Development of gender equality in English medieval society fixed in Sir Gawain and the Green Knight

Original article

Rosamond Eileen O’Néill,

PhD, Journalist, Galway Chronicle, Galway, Republic of Ireland

Address: 4 John Coogan Park, Newcastle, Galway H91 X5RP, Ireland


Article ID: 010110110

Published online: 18 February 2019




Quoting (Chicago style): O’Néill, Rosamond Eileen. 2019. “Development of gender equality in English medieval society fixed in Sir Gawain and the Green Knight.Beacon J Stud Ideol Ment Dimens 2, 010110110.

Language: Russian

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In the work, the author studies the ideological use of Celtic symbolism in the chivalric poem "Sir Gawain and the Green Knight" to depict the gender equality. It is demonstrated that "Sir Gawain" can be considered not only a novel, but a social work coining gender equality in medieval society. In "Sir Gawain" different signs play an important role, form the reader's attitude to the idea of gender equality. They also build a certain Christian ideological view of the world, communicate the religious maxims and ideological attitudes, within which the equality narration is built.

Key words: secular homiletics, religious ideology, non-canonical preaching of Christianity, Celtic symbolism, semiotics, chivalric epic, courtly romance, medieval English literature, Sir Gawain, the Green Knight, Arthurian cycle, Matter of Britain, King Arthur, Morgan Le Fay, Lady Bertilak, gender equality

Extended summary in English


Courtly poem Sir Gawain and the Green Knight written in the late Middle Ages (about 1330-1400) in Northwest Midlands, England, is an excellent example of developing ideology of gender equality in anthology of Roman Catholic ideological stories.


In the semiotic space of Sir Gawain, the signs form a story about female emancipation. This story reflects major shifts in English society of the late fourteenth century from patriarchate to female importance in social and political life. The symbols of Sir Gawain are not only plot markers, and even not only plot-forming milestones, but core elements of visual and lingual dimensions of ideological apparatus of gender equality. The symbols used by the Pearl Poet (the conditional name under which we know the author of Sir Gawain and the Green Knight) build a semiotic and semantic ‘springs’, which, gradually unwinding, make the ideological narrative of female dominance move in several directions.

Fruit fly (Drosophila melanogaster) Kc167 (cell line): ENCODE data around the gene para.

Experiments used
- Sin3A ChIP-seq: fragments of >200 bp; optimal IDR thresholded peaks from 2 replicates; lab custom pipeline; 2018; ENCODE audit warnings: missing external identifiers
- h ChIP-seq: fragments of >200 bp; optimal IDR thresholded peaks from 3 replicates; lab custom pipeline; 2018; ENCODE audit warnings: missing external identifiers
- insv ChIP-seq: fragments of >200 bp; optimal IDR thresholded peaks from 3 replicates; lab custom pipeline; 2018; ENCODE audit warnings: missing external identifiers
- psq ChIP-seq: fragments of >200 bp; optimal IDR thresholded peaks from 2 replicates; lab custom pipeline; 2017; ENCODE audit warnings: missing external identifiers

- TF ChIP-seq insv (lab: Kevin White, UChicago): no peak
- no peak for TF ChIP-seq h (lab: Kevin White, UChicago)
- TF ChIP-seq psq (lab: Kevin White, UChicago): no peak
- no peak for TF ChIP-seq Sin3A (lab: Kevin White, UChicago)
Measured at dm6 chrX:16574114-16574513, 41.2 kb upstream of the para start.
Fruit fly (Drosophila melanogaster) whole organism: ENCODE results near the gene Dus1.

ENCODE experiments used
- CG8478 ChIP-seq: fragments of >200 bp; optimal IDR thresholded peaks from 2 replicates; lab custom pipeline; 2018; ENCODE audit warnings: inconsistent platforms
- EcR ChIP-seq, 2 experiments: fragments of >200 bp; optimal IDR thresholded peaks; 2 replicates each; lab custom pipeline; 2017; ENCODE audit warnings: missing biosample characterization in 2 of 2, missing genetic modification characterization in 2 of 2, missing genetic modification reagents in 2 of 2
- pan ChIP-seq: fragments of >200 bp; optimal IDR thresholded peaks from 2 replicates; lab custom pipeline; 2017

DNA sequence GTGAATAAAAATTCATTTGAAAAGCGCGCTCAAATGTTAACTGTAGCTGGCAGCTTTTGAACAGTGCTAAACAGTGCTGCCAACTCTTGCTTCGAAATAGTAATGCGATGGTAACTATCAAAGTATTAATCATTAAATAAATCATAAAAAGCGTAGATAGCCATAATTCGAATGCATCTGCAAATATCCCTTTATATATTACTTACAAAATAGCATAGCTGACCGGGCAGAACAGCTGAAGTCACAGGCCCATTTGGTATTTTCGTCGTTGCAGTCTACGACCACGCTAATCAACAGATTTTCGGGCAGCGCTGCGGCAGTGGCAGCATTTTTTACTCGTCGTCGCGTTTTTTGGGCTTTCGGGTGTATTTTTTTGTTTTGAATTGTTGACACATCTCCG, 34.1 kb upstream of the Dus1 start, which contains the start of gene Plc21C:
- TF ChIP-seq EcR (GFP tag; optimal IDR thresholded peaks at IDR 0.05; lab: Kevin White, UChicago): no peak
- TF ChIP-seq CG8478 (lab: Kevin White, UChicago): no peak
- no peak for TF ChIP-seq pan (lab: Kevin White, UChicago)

A separate semiotic dimension of Sir Gawain and the Green Knight can be represented as the following logical-semiotic chain of characters:  {Part I} → the Green Knight → the Green Knight’s first axe / beheading → Headless Horseman → {part II} → Gawain’s shield with a five-pointed star (pentangle, “the endless knot”) → Bertilak de Hautdesert’s castle → the quasi-pagan altar in the castle of Bertilak → exchange of looks with Bertilak → {part III} → [seduction / chase] → Lady Bertilak’s gold ring with ruby → Lady Bertilak’s green girdle → three kisses → {part IV} → fog → Green Chapel → grindstone → the Green Knight’s second axe / attempted beheading → green girdle / nick on the neck → replicated green girdles of knights of the Round Table → {the end of the poem}.


I argue that this is a powerful technique of literary ideological influence. In the time of the Black Death in England, social roles of women became exceptionally important as they were connected with birth and death much more than men’s roles. These were occult and magical rituals, invocation of spirits and divination. They began to spread throughout the country. The Pearl Poet may have written his work with the ideological purpose of strengthening the position of Roman Catholicism in Northwest England during the Hundred Years War and depicting weaknesses of the Celtic pagan worldview. But he came, voluntarily or unintentionally, to strong argumentation in favour of importance of female social roles.


Sir Gawain and the Green Knight appears in a rather unexpected light, if we assume that, perhaps, the gender ideological meanings contained in it, play a crucial role in building a completed ideological story about female dominance in Northwest Midlands in the fourteenth century. Female emancipation is opposed to Roman Catholic ideology. Using the example of Sir Gawain, we may find ourselves closer to explaining the evolution of the English medieval society. The analysis of Sir Gawain and the Green Knight may be particularly useful for our understanding the ideological tools and instruments of overturning traditional hierarchy of gender social roles in English society of the late Middle Ages.

© 2019 Rosamond Eileen O’Néill.
Licensee The Beacon: Journal for Studying Ideologies and Mental Dimensions.

This is an Open Access article distributed under the terms of the Creative Commons Attribution License ( that permits unrestricted use, distribution, and reproduction in any medium, provided the original work is properly cited.

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